Edmonton theatre 'hits your heart and opens your mind'
10 years and $7.5M later the newly renovated Varscona Theatre in Old Strathcona is back with a bang
John Hudson remembers collapsing when it was all over.
"I went to Nova Scotia with my family and pretty much slept for three weeks," recalls the executive director of Edmonton's Varscona Theatre, reflecting on the theatre's successful fundraising campaign and a year's worth of renovations.
Hudson still cannot believe organizers managed to raise $7.5 million to finish a massive building renovation a decade in the making.
The latest production, by the local theatre troupe Teatro La Quindicina and on until Oct. 15, is called Witness To A Conga.
When that performance closes, the 25th season of Shadow Theatre will be launched.
"It's theatre that hits your heart and opens your mind, and I think that's what theatre should do every single time," said Hudson.
Edmonton is a theatre town
The Edmonton Arts Council estimates there are 18 professional theatre companies in the capital city. Dozens of community groups and many roving performers also perform as part of festivals like the Fringe.
During its 11-day run this August, the 35th Edmonton International Fringe Theatre Festival broke records, selling almost 122,000 tickets. Nearly 850,000 people visited the famed Fringe grounds in Old Strathcona.
A cast of thousands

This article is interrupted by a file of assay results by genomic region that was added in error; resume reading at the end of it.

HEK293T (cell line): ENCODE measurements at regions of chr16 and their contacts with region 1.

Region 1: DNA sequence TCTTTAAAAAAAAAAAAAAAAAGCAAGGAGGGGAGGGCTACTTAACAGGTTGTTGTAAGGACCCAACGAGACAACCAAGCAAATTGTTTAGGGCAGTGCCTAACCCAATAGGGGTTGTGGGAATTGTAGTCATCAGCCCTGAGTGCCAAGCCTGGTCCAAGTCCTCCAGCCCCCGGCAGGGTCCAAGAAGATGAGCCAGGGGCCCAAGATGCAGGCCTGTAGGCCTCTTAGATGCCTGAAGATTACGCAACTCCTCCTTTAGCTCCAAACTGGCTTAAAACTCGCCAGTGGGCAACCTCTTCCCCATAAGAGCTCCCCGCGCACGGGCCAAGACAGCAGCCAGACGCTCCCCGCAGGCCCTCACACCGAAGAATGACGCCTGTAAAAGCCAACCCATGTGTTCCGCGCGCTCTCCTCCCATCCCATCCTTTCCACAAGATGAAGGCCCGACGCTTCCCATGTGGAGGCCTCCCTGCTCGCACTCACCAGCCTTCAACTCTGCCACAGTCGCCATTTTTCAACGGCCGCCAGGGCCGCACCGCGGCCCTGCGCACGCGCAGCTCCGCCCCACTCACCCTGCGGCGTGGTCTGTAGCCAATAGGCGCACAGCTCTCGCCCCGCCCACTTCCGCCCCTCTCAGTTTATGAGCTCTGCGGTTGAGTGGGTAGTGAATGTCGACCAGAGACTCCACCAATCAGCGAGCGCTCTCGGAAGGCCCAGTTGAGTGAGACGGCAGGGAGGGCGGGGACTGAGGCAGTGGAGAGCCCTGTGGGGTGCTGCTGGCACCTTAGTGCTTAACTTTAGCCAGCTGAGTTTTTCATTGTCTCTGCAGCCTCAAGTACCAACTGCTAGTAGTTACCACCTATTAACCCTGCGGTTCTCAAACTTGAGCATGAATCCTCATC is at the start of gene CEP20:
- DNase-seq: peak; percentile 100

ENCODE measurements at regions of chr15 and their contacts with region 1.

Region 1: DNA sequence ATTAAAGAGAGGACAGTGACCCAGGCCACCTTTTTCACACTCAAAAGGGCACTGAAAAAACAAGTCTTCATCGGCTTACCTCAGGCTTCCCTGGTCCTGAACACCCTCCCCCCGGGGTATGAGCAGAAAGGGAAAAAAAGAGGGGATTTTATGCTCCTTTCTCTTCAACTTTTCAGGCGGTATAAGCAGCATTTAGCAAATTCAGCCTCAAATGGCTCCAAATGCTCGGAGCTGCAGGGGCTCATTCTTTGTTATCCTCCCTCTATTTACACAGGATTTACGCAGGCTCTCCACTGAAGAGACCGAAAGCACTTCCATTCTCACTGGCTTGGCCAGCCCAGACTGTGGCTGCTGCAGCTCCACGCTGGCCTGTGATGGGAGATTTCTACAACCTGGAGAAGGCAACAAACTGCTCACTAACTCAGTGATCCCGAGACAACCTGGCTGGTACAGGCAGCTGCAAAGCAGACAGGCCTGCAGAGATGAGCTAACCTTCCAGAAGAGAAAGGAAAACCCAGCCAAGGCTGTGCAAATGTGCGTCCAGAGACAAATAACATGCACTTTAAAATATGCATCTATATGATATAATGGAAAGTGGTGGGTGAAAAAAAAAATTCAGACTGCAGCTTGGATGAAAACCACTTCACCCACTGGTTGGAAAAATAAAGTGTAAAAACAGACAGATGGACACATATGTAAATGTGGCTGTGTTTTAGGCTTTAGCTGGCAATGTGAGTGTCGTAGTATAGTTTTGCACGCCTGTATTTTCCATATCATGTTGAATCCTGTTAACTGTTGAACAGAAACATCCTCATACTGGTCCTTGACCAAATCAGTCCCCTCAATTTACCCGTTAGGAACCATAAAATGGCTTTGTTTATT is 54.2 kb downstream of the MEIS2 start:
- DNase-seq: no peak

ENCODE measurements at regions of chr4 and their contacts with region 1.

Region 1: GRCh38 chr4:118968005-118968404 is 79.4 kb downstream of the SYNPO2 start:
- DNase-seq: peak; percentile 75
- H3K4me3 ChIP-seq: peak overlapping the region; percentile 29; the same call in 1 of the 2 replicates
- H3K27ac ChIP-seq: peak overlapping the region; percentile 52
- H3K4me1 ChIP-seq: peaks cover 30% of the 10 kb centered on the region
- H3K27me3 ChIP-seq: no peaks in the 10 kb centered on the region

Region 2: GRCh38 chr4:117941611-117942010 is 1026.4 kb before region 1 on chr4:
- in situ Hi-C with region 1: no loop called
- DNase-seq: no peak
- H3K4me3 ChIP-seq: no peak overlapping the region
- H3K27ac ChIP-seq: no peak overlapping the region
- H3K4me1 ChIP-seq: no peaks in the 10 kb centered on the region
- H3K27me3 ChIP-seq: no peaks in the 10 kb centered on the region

This year nearly 1,200 people volunteered during the Fringe taking tickets, handing out programs and picking up garbage.
Volunteers also helped support Walterdale Theatre for the last 58 years, admits Anne Marie Szucs, the theatre's artistic director.
She points to the community members who build sets, sew costumes and perform on stage, all for the love of the play.
"We are a place where people get together and create," said Szucs. "We pride ourselves on mentoring new, young artists."
In fact, the director for this season's first production Bethany Hughes is new to the craft so Szucs says been paired with a directing mentor.
After nearly 30 years in the theatre business, Szucs knows there's more and more competition for people's time and money.
But she knows the rush of being a part of a live audience can't be beat, even by the bells and whistles of technology.
"Theatre is alive — breathing — my Ipad is not."
And John Hudson believes live theatre the most fundamental art.
You can see more from the Theatre District on Our Edmonton Saturday at 10 a.m. and Sunday and Monday at 11 a.m. on CBC TV.